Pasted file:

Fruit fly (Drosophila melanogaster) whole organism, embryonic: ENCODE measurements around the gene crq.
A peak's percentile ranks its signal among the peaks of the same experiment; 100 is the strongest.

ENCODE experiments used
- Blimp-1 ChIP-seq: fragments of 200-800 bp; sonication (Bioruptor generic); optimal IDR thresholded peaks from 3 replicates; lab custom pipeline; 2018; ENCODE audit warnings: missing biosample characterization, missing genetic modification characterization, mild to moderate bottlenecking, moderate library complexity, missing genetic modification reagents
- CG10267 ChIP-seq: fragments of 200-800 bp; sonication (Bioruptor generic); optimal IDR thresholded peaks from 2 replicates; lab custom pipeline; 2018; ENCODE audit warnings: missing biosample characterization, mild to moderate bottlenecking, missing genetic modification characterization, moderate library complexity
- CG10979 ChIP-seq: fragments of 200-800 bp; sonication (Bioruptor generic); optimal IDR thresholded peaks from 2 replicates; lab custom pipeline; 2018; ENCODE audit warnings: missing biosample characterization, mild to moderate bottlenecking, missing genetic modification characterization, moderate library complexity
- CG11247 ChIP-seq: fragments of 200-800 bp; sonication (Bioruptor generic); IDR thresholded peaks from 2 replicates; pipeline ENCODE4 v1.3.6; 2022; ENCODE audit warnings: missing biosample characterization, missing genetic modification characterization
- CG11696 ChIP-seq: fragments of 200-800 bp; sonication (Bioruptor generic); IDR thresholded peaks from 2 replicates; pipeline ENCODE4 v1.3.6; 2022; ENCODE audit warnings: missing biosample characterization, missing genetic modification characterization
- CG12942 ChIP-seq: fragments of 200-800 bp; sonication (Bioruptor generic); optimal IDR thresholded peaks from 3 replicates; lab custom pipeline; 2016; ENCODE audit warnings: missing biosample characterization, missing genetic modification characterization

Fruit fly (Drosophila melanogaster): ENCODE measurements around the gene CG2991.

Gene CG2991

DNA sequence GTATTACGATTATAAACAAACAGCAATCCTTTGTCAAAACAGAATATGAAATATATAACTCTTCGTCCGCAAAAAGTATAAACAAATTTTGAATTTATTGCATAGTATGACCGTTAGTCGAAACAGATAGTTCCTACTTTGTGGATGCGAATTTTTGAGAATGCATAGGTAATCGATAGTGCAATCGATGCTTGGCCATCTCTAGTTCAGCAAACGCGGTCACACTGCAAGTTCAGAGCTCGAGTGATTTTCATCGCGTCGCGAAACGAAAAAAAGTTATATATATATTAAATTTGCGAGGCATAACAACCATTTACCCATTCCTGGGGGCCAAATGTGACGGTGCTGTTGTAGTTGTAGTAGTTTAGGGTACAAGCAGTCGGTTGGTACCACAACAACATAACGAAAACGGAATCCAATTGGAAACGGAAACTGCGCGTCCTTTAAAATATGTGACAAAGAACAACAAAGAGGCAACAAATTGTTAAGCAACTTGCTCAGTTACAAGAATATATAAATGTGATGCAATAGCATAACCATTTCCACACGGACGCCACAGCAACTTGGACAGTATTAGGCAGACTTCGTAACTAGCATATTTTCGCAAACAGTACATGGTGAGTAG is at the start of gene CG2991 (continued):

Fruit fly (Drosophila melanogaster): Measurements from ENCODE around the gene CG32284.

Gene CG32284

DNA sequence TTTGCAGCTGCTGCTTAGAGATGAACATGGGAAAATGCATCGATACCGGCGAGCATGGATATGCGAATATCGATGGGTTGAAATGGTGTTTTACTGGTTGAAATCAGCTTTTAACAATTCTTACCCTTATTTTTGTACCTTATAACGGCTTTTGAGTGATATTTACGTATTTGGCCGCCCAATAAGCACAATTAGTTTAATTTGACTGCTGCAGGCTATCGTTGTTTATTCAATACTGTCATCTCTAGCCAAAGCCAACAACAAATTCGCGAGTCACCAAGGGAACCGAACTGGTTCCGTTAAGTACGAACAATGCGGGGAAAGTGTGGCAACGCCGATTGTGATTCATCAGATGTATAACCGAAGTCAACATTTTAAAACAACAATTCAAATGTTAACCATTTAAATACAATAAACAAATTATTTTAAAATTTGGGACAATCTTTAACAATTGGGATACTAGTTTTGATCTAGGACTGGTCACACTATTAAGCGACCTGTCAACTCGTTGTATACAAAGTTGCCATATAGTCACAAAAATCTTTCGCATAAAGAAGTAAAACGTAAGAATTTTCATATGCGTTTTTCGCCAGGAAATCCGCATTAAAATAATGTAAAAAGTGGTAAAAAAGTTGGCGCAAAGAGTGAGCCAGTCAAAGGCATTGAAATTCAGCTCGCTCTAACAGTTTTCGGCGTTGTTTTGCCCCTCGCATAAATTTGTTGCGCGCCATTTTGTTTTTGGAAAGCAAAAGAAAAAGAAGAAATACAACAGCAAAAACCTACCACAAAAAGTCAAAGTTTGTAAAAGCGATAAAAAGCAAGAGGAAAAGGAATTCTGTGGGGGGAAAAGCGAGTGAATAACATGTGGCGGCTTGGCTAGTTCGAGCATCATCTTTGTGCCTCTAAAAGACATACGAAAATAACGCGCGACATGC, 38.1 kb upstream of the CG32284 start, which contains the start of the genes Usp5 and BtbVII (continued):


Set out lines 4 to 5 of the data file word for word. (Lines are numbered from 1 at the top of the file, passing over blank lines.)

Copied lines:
- Blimp-1 ChIP-seq: fragments of 200-800 bp; sonication (Bioruptor generic); optimal IDR thresholded peaks from 3 replicates; lab custom pipeline; 2018; ENCODE audit warnings: missing biosample characterization, missing genetic modification characterization, mild to moderate bottlenecking, moderate library complexity, missing genetic modification reagents
- CG10267 ChIP-seq: fragments of 200-800 bp; sonication (Bioruptor generic); optimal IDR thresholded peaks from 2 replicates; lab custom pipeline; 2018; ENCODE audit warnings: missing biosample characterization, mild to moderate bottlenecking, missing genetic modification characterization, moderate library complexity